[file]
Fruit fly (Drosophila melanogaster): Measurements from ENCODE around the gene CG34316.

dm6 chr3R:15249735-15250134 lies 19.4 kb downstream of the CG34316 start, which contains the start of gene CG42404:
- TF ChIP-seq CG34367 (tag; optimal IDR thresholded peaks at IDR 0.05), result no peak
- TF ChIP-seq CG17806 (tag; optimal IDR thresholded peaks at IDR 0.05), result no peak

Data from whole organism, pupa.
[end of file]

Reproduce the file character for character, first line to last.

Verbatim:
Fruit fly (Drosophila melanogaster): Measurements from ENCODE around the gene CG34316.

dm6 chr3R:15249735-15250134 lies 19.4 kb downstream of the CG34316 start, which contains the start of gene CG42404:
- TF ChIP-seq CG34367 (tag; optimal IDR thresholded peaks at IDR 0.05), result no peak
- TF ChIP-seq CG17806 (tag; optimal IDR thresholded peaks at IDR 0.05), result no peak

Data from whole organism, pupa.